The process of leaving the conventions of calligraphic forms to create free shapes
Toko Shinoda began her career as a calligrapher. Sensing her own view of the universe in calligraphic forms, she set about acquiring the ability to construct space, time, and movement. Concentrating on her calligraphy conversely led her to move away from the confinement of calligraphic forms, setting off on an adventure without the constraint of tradition.
Establishing an approach to abstract expression:
Powerful and robust visual art
After spending time in the US from 1956 to 1958, Shinoda arrived at a purity of abstract expression in taut compositions of thick lines and planes. This established the powerful and robust visual art that characterises her distinctive style.
Developing profound expression through works in series
Shinoda described abstract expression as appearing unconstrained, but actually having strong internal constraints. She realised that abstraction had the risk of lapsing into a simply disordered and empty format. Shinoda creates works in series to thoroughly explore a single formal motif, an approach that probably derives from this realisation and demonstrates her commitment to addressing it. Examples of representative series and major works from the 1970s onwards are presented here.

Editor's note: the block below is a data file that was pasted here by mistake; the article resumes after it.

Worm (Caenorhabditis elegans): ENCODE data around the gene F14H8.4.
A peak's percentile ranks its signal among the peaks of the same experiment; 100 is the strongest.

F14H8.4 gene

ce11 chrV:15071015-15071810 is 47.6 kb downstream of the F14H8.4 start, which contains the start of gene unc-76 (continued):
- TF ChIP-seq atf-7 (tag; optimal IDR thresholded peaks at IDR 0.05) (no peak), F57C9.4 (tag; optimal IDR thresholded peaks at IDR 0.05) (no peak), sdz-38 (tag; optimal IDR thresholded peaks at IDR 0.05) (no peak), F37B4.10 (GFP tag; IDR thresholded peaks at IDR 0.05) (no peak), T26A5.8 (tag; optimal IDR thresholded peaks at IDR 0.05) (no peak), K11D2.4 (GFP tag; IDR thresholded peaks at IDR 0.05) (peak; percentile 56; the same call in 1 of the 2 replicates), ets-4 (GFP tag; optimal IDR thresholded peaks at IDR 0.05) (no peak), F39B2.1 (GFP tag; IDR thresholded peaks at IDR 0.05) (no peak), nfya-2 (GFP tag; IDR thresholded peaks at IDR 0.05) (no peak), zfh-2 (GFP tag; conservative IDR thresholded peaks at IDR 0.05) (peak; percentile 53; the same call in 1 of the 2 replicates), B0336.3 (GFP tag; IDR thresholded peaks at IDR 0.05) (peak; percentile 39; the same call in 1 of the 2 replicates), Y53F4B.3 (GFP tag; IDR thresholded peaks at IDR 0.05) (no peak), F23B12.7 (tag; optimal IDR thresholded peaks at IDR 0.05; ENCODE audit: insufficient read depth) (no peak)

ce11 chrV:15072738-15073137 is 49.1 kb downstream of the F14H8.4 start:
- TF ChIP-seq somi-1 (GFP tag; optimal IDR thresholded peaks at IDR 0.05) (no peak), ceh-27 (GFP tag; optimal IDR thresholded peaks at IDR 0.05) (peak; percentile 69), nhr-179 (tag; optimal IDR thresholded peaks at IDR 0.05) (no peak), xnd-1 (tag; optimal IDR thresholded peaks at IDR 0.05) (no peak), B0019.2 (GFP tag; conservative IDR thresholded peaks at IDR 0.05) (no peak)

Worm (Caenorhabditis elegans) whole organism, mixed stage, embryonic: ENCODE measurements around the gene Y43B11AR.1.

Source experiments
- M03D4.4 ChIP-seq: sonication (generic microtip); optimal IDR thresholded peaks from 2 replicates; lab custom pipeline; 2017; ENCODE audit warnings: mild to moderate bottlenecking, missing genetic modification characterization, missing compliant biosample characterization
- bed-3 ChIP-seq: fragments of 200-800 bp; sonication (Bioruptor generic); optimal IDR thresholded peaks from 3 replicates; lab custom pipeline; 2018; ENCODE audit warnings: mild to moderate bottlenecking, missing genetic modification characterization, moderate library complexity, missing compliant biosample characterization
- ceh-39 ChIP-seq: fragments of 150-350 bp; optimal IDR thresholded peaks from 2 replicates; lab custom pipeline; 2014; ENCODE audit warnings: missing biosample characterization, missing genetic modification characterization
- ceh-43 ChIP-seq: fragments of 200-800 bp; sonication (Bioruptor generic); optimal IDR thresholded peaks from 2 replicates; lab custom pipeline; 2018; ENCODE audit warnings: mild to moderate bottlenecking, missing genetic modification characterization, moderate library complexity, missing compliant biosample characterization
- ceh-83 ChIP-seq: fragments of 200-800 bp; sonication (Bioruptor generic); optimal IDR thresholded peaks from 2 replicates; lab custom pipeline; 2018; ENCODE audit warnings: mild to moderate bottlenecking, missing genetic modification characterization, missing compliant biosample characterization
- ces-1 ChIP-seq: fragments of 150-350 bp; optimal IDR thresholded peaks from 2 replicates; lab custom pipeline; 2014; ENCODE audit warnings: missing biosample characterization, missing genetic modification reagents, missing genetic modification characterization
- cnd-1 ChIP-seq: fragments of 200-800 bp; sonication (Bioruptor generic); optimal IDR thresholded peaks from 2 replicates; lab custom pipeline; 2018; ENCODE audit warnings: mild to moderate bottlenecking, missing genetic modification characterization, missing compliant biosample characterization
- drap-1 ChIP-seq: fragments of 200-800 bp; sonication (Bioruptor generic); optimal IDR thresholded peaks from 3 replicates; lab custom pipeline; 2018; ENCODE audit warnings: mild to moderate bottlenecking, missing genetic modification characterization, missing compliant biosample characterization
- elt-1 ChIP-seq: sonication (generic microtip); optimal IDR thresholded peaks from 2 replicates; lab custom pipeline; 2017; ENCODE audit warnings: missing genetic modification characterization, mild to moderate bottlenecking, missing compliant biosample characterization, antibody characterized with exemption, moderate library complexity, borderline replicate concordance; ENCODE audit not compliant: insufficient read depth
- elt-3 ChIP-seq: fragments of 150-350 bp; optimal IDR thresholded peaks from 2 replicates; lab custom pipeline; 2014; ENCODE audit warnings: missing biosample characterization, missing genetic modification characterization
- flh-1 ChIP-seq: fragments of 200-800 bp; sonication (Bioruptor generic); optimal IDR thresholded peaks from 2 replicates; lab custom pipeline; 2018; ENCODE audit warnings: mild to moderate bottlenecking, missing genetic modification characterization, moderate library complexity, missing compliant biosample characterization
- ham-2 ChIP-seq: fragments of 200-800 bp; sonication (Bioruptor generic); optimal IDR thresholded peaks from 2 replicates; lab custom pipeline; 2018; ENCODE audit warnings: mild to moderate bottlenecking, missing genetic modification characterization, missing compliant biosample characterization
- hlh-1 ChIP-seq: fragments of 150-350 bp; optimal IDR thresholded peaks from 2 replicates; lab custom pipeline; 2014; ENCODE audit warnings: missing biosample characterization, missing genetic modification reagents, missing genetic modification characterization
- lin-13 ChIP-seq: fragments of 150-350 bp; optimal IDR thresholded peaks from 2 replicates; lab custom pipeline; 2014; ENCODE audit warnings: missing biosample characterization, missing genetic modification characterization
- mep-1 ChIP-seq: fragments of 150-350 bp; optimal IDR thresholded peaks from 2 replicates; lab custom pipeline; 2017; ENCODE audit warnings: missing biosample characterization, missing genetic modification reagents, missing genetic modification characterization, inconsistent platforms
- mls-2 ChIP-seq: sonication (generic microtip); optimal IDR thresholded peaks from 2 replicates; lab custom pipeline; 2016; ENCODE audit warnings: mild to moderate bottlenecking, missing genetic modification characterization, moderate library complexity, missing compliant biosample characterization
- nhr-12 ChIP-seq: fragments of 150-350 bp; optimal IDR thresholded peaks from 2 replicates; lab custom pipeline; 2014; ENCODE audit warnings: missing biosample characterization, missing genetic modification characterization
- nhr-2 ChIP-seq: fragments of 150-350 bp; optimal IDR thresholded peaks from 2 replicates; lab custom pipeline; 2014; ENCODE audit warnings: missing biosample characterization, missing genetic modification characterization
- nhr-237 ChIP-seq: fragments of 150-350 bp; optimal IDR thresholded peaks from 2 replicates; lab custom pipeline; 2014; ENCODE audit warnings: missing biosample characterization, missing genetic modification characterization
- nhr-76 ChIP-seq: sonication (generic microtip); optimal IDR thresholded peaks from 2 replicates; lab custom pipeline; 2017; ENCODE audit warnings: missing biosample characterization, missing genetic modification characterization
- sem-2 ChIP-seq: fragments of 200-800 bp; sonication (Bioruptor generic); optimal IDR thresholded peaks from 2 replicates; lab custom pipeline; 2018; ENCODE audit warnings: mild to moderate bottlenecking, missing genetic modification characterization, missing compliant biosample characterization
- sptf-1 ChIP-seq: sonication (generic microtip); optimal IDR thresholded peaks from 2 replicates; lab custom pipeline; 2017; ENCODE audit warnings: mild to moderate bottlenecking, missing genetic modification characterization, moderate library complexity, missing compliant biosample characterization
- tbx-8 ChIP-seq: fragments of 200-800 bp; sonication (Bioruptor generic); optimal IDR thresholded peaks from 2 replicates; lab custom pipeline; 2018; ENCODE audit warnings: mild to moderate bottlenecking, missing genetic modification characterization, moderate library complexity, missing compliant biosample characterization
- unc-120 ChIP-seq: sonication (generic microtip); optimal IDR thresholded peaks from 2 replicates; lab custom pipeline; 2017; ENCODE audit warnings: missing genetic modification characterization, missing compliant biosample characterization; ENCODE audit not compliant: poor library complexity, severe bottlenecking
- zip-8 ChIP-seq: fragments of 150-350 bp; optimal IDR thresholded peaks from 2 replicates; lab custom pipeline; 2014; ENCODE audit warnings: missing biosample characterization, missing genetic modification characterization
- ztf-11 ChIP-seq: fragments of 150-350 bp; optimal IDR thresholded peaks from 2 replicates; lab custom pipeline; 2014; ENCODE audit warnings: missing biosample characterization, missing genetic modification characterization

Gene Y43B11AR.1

Dialogue with architectural space:
Bringing genres together and working on architectural projects
The 1950s and 1960s were a time when artists were experimenting with integrating different genres to transform and rebuild the environment and the conditions under which we live. Shinoda actively collaborated with architects to produce mural calligraphy, murals, paintings for sliding panels, reliefs, and drop curtains for theatres.
Works of the highest order in later years:
Enriching the experience of artistic sensitivity
Shinoda sharpened by her senses and perception by observing familiar natural objects and the whole panoply of nature that she encountered in everyday life. These subjects inspired her work, ensuring that her later years remained productive and fulfilling. Shinoda often talked of works as coming from her heart. By “heart”, she seems to be not referring just to simple feelings, but to the synthesis of the sensations that have accumulated inside her from all the phenomena she has experienced, the overall result of the intermingled perceptions of her body and her senses, and the richness that they bring when all brought together. Shinoda’s works are a condensed expression of all the various aspects of the human experience of artistic sensitivity.